The Appalachian Trail connects with the Douglas Trail, at 3.1 miles into your hike, which goes down to the left for 1.7 miles to a parking lot next to the Worthington State Forest headquarters along the Delaware River on Old Mine Road. In a 1960s crusade to save Sunfish Pond, trail namesake Supreme Court Justice William O. Douglas hiked here. Under a giant artificial reservoir, New Jersey public utilities planned to bury the pond. State protection of the land resulted from public protest.
Also located here is a backpacker campsite. This area has become one of the best spots to observe black bear in New Jersey, thanks to careless campers who over the years left food scattered about. Do not leave a candybar scented bear invitation in your tent or pack, if you camp here. Using the bear poles installed for that purpose, hang food from a rope. Educating hikers about the trail, in summer, an Appalachian Trail ridgerunner tents here. From Sunfish Pond, 0.6 miles ahead, water can be retrieved and purified. A restroom is here. In summer, this site receives heavy use. Get there early campers!
Black Bear In New Jersey
The Appalachian Trail leads up to Sunfish Pond, after a steady 1,050 vertical feet and 3.7 mile ascent. Its surrounding hardwood forest, abrupt cliffs, and boulder lined shore remind many hikers of New England. On the Appalachian Trail, this is the southernmost glacial lake. The Wisconsin glacier scooped a basin in the bedrock to form this mountaintop pond, about fifteen thousand years ago.
Beaver were seen playing here, in 1992. Tree cutting evidence is visible where the Appalachian Trail makes its way among boulders along the west shore of the lake, but they have moved on since. Be careful where you step! Sunfish Pond is a popular spot for sleeping rattlesnakes. Also, a native New Jersey lizard, the little five lined skink, catches the rays here. As well, you will probably find the sun warmed stones appealing. Stop for lunch, with most of your ascending done for the day. Rangers ticket illegal swimmers, so resist the urge to dive in.
At four miles, the Appalachian Trail crosses the pond's outlet. Down to meet the Delaware River, a cascade tumbles away into the woods. The blue blazed Garvey Springs Trail comes in from the left in a few hundred feet. Next to Worthington State Forest headquarters beside the Delaware River along Old Mine Road, this pretty 1.2 mile trail goes down to the Douglas Trail parking lot. Resulting in an eight mile hike, for those who can't arrange a car shuttle, the north end of Sunfish Pond makes a good out and back turnaround point.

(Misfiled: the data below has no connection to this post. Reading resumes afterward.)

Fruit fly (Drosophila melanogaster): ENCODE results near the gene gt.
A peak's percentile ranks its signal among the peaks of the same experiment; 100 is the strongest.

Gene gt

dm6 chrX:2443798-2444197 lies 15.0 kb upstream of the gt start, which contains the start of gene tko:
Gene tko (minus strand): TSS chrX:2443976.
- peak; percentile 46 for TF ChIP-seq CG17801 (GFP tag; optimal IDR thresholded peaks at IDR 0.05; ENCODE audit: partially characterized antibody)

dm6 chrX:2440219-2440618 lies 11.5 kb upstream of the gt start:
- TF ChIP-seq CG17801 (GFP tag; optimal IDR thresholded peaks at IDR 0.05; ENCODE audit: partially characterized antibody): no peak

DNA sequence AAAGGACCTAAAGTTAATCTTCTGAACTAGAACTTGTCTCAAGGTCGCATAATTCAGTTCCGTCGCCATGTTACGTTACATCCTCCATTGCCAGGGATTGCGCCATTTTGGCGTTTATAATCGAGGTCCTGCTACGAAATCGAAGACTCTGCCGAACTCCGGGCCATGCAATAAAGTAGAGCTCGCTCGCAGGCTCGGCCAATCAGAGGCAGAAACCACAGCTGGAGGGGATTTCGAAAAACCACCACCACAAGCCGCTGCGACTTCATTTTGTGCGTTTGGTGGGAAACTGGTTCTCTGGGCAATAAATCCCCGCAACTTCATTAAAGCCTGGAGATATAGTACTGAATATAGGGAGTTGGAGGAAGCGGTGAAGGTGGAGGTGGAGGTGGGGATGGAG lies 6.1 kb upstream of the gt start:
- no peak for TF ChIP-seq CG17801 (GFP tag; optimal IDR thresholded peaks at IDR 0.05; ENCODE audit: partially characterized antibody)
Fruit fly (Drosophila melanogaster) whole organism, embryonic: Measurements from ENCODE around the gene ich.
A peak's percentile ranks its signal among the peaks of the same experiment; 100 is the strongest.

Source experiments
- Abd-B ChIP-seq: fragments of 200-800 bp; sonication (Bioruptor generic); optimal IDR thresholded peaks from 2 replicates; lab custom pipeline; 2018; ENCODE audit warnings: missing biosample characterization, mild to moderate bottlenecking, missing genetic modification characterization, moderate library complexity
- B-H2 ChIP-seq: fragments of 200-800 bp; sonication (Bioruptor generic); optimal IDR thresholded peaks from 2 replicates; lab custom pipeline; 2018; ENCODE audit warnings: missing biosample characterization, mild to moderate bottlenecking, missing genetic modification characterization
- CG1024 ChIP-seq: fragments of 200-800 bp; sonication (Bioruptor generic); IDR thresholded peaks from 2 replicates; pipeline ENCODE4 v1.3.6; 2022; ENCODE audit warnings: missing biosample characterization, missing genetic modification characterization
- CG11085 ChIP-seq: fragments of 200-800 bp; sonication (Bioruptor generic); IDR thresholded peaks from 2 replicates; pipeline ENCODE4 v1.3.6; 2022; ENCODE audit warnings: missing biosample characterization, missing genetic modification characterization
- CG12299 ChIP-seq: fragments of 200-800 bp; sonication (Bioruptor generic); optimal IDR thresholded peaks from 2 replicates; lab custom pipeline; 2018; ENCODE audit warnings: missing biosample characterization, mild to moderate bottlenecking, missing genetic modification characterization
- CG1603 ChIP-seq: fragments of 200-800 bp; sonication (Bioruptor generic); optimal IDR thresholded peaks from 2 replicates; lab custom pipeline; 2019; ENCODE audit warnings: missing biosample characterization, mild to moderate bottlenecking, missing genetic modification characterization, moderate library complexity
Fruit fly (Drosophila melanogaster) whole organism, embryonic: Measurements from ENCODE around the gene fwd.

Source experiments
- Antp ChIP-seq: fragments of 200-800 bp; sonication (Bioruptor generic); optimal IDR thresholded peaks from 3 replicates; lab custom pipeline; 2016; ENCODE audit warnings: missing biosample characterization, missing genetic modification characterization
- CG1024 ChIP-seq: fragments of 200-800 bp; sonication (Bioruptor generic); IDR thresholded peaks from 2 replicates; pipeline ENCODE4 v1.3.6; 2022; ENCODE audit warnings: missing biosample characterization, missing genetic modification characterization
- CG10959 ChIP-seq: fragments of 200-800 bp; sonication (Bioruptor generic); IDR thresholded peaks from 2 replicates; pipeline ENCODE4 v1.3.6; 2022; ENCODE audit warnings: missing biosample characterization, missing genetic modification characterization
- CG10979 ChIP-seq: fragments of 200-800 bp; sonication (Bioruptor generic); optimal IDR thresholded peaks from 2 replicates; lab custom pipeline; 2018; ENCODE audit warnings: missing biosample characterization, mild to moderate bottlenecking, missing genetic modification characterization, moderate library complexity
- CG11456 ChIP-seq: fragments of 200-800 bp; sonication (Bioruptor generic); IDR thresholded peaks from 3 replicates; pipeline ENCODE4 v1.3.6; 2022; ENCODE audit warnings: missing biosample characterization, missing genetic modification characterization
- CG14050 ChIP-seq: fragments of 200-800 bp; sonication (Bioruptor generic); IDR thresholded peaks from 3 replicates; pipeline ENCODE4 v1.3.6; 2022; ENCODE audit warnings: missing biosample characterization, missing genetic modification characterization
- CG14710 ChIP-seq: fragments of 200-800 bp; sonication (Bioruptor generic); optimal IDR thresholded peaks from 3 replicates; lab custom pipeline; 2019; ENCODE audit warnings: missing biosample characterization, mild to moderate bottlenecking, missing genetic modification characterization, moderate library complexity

Delaware River From Bridge
A reminder of the glacier that scraped over this broad highland, the Appalachian Trail leaves the pond behind and past swampy depressions and passes through hardwoods. Featuring views on both sides of the ridge, at six miles, you cross an open power line. The trail crests Mt. Mohican (Raccoon Ridge), in another 0.2 miles. Named for the NY-NJTC volunteer who in the 1970s led the effort to place the entire Appalachian Trail in New Jersey on protected land, this bare rock peak, with 360 degree views, is the Herb Hiller overlook. You will see the plaque placed in his honor.
Yards Creek Resevoir From Mt. Mohican
East to the Yards Creek Reservoir, and west over Pennsylvania's Pocono Highlands and down to the Delaware River, the Hiller vista looks north to where the spine of the Kittatinny Ridge splits into several ridges. A perfect stopping point for a water break or snack, this always breezy vista is a popular gliding zone for turkey vultures and hawks.
Looking South On The Kittatinny Ridge From The Tower
Arriving at Camp Road and hike's end, at 8.8 miles, the Appalachian Trail crosses Yards Creek on a newly built bridge. Around the bend and uphill from the trail, parking for a few cars is found. About 0.4 miles up the road from this Appalachian Trail crossing is the Appalachian Mountain Club's Mohican Outdoor Center. Call (908) 362-5670 for Appalachian Mountain Club's Mohican camping reservations or for parking information. Available to the public at reasonable rates are overnight cabin space and tent sites.